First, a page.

Monday, November 10, 2014

Google Summer of Code - student experience

This year we received a great contribution from Martin, who worked on a GSoC project for EASE. Belows post sums up his experience with the GSoC program. So I leave the stage for Martin...




Hello everyone. First off let me quickly introduce myself. My name is Martin and I study software-engineering at Technical University Graz. This summer I participated in the Google Summer of Code program (GSOC) where I implemented a Jython debugger for the Eclipse Advanced Scripting Environment with the help of my mentor Christian who today is so friendly and "borrows" me his blog.

I wanted to write a blog entry for quite a while now but was never sure what to write about. I finally decided to simply tell my experience with this year's GSOC program and try to give a few pointers to anyone who is interested in participating next year. Please understand that these are just things that worked for me and there is no guaranty that you will be selected next if you do everything I did.

In general the most important part about applying is to have a pretty good plan what you are going to do. The application phase was mid of March this year and applicants where expected to submit a project proposal. This proposal should contain an outline of what you want to achieve, what your milestones and deliverables are and an estimation about your timeline. Based on this application your mentoring organization (the open source organization you are applying to) will choose who they take.

Eclipse has a list of projects for Google Summer of Code and so do several other organizations but if you think you have a potentially great idea just get in contact with them and they will likely tell you if this is something they are interested in.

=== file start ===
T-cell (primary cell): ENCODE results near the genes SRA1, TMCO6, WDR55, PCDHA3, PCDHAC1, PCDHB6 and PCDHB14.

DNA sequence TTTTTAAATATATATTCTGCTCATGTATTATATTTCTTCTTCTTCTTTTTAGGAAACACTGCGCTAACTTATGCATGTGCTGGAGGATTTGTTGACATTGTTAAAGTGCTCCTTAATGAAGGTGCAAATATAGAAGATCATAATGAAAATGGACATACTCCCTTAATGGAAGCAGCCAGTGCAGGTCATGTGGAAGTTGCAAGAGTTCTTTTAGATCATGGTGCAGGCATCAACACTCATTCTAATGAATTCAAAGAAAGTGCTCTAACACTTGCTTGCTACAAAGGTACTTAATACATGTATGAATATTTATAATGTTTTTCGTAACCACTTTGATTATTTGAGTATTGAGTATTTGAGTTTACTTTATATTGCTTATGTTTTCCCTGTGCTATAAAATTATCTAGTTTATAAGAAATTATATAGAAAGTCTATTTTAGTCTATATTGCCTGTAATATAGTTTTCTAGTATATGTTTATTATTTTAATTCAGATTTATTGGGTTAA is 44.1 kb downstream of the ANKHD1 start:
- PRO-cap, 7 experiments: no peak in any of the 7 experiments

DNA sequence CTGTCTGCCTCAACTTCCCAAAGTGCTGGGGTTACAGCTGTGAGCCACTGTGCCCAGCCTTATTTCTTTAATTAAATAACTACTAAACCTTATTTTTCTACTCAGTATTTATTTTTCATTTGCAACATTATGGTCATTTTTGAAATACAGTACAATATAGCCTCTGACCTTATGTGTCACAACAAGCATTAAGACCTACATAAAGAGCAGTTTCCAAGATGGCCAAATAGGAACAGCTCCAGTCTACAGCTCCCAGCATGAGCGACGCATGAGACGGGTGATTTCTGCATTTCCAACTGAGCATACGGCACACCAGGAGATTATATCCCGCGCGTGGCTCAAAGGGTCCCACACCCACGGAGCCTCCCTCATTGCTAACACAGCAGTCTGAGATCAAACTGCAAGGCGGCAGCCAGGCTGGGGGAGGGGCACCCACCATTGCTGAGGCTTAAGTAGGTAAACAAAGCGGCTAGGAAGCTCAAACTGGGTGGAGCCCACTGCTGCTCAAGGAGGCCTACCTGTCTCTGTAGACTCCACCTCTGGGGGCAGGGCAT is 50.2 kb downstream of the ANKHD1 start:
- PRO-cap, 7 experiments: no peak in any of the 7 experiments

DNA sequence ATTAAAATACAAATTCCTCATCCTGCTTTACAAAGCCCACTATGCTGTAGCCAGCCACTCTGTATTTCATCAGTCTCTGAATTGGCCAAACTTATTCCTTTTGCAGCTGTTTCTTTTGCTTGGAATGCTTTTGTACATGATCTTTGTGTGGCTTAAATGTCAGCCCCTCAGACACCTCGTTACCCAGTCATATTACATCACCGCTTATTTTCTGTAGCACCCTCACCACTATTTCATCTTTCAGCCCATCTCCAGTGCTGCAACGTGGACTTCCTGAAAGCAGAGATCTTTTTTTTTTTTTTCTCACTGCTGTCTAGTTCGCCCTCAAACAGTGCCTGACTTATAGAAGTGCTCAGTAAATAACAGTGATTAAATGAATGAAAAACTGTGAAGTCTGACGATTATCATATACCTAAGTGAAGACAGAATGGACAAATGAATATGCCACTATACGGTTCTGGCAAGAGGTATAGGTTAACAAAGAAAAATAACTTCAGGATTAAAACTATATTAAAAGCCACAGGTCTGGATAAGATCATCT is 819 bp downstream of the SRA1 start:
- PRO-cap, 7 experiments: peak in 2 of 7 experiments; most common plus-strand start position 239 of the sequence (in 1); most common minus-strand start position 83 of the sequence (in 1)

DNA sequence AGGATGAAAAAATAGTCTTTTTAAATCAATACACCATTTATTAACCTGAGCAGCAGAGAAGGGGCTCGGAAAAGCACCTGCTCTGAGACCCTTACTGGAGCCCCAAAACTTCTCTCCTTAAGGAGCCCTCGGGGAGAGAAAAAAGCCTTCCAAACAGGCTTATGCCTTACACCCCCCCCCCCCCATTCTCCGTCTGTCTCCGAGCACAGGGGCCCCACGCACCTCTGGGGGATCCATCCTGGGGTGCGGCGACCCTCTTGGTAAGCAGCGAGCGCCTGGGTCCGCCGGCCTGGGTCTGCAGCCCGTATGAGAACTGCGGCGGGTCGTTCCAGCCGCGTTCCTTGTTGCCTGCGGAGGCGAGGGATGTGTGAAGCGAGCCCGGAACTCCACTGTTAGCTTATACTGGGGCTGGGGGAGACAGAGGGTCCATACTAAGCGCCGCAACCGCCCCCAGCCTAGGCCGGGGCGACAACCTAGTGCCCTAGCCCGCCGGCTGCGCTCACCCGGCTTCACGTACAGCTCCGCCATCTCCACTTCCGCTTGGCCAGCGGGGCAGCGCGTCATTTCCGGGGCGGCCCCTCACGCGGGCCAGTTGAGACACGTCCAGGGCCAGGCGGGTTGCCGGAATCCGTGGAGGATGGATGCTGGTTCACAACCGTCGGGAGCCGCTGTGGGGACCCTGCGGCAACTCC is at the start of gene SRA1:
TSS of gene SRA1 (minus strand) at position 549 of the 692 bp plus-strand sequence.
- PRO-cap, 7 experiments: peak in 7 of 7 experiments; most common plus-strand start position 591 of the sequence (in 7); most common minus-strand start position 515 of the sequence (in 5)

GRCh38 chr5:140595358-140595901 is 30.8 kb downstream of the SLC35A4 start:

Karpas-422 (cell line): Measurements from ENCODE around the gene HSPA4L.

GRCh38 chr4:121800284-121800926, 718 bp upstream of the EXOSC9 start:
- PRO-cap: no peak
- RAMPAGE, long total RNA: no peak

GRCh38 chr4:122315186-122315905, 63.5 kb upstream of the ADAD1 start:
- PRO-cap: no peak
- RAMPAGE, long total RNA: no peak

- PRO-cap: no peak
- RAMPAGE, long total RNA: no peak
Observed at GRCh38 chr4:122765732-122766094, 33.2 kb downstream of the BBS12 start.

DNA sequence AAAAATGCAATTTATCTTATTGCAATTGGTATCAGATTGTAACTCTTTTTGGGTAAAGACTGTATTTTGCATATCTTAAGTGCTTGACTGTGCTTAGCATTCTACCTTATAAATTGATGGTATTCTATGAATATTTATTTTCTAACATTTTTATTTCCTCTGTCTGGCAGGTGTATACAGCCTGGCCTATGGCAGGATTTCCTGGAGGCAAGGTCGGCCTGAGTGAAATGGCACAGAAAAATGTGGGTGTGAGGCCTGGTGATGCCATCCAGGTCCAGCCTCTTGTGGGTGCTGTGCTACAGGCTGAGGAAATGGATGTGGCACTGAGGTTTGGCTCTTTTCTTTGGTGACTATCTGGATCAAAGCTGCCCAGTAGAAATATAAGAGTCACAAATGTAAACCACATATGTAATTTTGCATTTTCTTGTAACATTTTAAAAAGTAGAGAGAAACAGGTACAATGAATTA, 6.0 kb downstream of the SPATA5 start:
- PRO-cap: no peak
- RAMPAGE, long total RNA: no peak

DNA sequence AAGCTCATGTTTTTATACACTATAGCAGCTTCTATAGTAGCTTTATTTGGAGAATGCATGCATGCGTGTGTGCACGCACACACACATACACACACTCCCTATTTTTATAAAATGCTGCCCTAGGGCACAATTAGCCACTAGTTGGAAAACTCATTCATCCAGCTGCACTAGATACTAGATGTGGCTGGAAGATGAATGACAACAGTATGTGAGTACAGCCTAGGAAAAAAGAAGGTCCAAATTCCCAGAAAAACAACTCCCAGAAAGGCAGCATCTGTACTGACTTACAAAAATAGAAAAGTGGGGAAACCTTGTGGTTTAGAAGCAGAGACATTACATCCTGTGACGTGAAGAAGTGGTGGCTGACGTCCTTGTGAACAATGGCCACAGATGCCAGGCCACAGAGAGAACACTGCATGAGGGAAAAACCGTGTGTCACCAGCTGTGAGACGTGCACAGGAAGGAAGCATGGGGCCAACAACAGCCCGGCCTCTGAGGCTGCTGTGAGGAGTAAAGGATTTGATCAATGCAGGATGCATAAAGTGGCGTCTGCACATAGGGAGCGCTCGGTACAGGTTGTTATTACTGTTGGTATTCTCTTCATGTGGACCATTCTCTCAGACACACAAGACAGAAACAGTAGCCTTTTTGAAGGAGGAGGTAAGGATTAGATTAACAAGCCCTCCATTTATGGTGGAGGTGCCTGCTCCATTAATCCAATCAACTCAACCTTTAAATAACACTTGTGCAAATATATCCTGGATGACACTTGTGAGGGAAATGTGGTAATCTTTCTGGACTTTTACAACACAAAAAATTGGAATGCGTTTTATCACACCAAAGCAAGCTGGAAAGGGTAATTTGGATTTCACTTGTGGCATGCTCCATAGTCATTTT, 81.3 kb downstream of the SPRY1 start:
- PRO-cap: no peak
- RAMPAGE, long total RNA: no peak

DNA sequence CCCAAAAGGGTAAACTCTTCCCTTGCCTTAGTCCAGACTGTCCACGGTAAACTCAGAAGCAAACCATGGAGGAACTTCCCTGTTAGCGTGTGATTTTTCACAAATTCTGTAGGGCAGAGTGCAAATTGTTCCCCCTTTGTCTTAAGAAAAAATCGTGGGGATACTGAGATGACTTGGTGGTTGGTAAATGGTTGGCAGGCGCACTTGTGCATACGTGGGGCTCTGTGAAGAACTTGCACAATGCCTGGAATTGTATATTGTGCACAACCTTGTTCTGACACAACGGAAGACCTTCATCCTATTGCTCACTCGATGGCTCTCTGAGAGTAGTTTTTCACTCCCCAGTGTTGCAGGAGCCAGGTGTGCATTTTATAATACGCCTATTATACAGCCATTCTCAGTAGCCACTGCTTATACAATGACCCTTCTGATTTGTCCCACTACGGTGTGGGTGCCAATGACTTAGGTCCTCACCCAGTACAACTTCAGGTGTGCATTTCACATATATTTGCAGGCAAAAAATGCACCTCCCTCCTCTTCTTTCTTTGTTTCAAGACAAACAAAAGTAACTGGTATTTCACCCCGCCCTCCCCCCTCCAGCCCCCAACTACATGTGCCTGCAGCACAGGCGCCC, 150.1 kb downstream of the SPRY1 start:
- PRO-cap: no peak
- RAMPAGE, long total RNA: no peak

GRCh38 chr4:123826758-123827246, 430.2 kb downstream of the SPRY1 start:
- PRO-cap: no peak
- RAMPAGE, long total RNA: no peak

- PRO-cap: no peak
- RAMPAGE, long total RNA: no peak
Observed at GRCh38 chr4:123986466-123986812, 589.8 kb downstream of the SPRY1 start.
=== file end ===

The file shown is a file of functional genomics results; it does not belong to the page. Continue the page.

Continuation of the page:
Once you think you have an idea I would recommend getting in touch with the mentoring organization and see if they have anything particular in mind for your project or if they can give you some tips on how you could tackle the problem. I always like an open dialog about my projects and to hear what others think about it. It is hard to let go off a fixed plan in your head if you don’t get reasonable input from someone else. In my case my mentor helped me a lot in shaping the idea to an actual plan.

If you finally think you have a decent plan about what you want to do it is time to think about how you want to do it. This phase to me is the most important phase of the whole GSOC program. The better thought through your plan is the less work you’ll have to do in the actual implementation phase. Don’t get me wrong, you will still make amends as you go along but the better the initial plan the less derivations there will be and the less additional time you will spend planning.

Make a list of all deliverables (necessary and optional), order and rank them and create your deliverable plan. Once again the more time you spend here the less surprises you will face when doing the actual implementation. Should I even mention that you should give your planned timetable some thought and try to be as accurate as you can at this point of you project? I think you see where everything so far was going…

So one last time: Take your time when writing your project proposal, try to go into enough detail and do not just quickly hack together a proposal. It will help your chances of getting selected because you obviously show dedication and once you actually are taken it helps you bring your project to a satisfying end. The rest of the program – the actual implementation – is quite straight forward. I will still give you some last hints that helped me and hopefully help you too.